2022 midterms

Will Ranked-Choice Voting Help or Hurt Lisa Murkowski?

Lisa Murkowski may be eyeing the door to retirement in 2022. Photo: Samuel Corum/Getty Images

The chaos surrounding New York City’s first deployment of ranked-choice (or “instant runoff”) voting in its mayoral primary will surely lead to a reappraisal of this popular electoral innovation, which up until now has been a favorite of wonks, progressives, and cool kids. A particularly interesting (and possibly consequential) new test of RCV will occur next year in Alaska, where voters adopted it along with other election reforms by ballot initiative last year, making it the second state (after Maine) to go whole-hog in this direction.

Alaska will not use RCV in its primary, however. But it has abolished party primaries, and will instead hold an all-candidates “jungle” primary with the twist that the top-four finishers (unlike the top-two systems used in California, Louisiana, and Washington) will proceed to the general election, which will then utilize RCV.

The unusual system in place in Alaska is drawing attention for reasons other than the RCV fiasco in the Big Apple (in fairness, it’s likely incompetent election management rather than RCV is responsible for the mess). Donald Trump has made a purge of Alaska’s occasionally heretical Republican senator Lisa Murkowski his highest-profile goal in the 2022 midterms. He has a willing vehicle for his dreams of vengeance against the lawmaker who often complicated his legislative plans as president and then voted to remove him from office earlier this year. That would be former state and federal bureaucrat and MAGA devotee Kelly Tshibaka, who is racking up endorsements from Alaska conservatives long annoyed with Murkowski’s pro-choice views and independent posture. The state GOP central committee voted overwhelmingly in March to censure the incumbent for her vote to convict Trump, and to seek another candidate. Tshibaka, with her Trump backing, her reliably right-wing views, and her large telegenic family (she and her husband are both Harvard Law School grads and conservative Evangelical ministers, and have five children), seems clearly to be the consensus choice.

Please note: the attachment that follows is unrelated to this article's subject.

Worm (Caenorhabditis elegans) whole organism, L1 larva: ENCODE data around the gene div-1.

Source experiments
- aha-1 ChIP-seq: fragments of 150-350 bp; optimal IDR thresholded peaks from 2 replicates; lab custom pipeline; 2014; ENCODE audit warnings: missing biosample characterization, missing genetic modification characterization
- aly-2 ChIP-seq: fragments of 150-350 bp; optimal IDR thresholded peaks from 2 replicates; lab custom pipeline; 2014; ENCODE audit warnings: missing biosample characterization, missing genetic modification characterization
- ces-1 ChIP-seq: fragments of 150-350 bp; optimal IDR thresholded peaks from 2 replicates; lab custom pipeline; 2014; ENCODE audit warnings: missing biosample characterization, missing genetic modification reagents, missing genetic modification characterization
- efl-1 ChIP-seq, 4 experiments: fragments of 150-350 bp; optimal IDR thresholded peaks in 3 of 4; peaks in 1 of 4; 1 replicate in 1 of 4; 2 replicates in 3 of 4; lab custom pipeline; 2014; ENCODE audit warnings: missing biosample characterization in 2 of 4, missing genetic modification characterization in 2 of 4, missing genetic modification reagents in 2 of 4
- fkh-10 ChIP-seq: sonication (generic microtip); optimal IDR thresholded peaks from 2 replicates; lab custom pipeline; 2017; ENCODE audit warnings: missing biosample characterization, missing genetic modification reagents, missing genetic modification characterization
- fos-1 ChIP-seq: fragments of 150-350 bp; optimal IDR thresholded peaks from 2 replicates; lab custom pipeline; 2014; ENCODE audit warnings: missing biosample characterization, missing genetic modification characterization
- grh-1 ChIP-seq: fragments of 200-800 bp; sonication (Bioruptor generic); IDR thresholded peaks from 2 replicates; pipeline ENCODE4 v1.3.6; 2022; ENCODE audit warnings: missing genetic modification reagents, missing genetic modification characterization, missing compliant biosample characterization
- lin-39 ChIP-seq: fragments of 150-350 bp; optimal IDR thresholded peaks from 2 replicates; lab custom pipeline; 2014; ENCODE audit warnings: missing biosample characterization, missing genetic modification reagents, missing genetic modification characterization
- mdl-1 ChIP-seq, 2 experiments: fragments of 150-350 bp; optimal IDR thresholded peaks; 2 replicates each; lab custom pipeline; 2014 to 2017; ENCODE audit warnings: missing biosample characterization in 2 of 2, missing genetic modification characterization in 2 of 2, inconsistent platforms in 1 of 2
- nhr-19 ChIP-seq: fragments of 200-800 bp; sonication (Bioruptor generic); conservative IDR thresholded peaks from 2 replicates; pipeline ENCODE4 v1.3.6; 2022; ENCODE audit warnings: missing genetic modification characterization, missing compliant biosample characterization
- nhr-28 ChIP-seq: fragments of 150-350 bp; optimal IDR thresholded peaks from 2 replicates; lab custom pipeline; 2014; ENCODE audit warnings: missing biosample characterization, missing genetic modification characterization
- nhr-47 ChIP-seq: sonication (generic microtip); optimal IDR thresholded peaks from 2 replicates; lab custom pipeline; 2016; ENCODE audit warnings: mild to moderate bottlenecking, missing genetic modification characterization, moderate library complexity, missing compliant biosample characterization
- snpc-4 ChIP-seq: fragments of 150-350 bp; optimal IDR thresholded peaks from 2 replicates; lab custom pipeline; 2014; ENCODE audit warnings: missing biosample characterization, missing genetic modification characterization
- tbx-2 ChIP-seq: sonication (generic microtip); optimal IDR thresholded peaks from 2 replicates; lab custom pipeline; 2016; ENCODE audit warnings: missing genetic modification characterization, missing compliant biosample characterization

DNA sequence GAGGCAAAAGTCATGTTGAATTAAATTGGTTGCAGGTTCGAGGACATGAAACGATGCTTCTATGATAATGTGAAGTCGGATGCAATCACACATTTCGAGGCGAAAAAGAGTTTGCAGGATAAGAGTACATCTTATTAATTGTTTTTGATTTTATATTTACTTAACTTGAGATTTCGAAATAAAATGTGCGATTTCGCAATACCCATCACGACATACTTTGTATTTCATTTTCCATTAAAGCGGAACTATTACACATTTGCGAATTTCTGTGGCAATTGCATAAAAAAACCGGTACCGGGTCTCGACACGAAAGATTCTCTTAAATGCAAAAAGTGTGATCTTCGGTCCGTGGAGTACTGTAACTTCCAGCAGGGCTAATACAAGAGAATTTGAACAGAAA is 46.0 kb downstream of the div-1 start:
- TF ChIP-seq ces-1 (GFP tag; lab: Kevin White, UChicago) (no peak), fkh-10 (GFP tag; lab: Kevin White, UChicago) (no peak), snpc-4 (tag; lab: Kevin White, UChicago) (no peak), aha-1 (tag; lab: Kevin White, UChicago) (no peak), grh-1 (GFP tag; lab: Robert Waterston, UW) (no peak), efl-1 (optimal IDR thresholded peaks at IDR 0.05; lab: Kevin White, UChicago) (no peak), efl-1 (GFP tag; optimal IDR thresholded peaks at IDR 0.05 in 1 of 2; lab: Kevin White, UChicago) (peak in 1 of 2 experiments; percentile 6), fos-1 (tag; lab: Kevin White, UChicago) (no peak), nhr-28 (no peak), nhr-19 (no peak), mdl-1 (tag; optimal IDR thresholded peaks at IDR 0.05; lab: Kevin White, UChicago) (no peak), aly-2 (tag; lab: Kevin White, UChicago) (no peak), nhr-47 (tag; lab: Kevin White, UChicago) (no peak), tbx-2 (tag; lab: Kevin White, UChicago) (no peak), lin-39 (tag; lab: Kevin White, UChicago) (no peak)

In a straight-on Republican primary, Murkowski would definitely be an underdog, particularly with Trump pledging to campaign personally against her. But the new system virtually guarantees her a spot in the general election, likely alongside Tshibaka, whomever Democrats decide to back (quite likely independent Al Gross, who won over 40 percent of the vote against Dan Sullivan in 2020), and perhaps a less prominent fourth candidate. And she’s won without party backing before, most famously in 2010, when she lost a GOP primary to conservative activist Joe Miller but then won a three-way general election with a rare write-in campaign.

A May 2021 poll from the Democratic firm Change Research showed Murkowski running third behind Tshibaka and Gross in a hypothetical general election. When ranked-choice preferences were calculated in the polls, the incumbent was eliminated in the semifinal round and Tshibaka edged Gross for the win.

But as New York City has shown, ranked-choice voting affects campaigns in unpredictable ways. A viciously negative Murkowski-Tshibaka competition for Republican votes could lead to supporters of each candidate denying the other second- or third-choice preferences. While Alaska remains a red state with a bad case of fossil-fuel addiction, Democrats are creeping toward viability, in part through a shrewd alliance with indies like Gross. Trump’s 2020 margin in the state was four points lower than in 2016.

Given the uncertainty of the landscape and the many wrinkles created by the new voting system, Murkowski could decide to retire (she has not yet announced her intentions) after 20 years in the Senate (a former state legislator, she was appointed to the seat by her father, Frank Murkowski, who had vacated it upon his election as governor). But she might bridle at Trump taking credit for such a step, and she has expressed a less-than-high opinion of Tshibaka’s candidacy: “It doesn’t surprise me. The president has said, you know, that he’s gonna endorse anybody that has a pulse … This, apparently, is somebody with a pulse.” She might well be able to counter an opponent with an “America First” message with her own “Alaska First” pitch, touting her shameless use of her leverage as a key centrist senator to bring home the bacon for her Washington-dependent state.

Given the new voting system, Murkowski’s strong relationship with Alaska’s sizable Native population could come into play given the fears expressed in New York about the possibility that RCV will disadvantage minority voters. In 2010, Native villages were pivotal in Murkowski’s write-in victory — a much trickier proposition than filling out a ranked-choice ballot. So she’s probably in a pretty good position to benefit from the new system if she chooses to go for a fourth full Senate term.

Will Ranked-Choice Voting Help or Hurt Lisa Murkowski?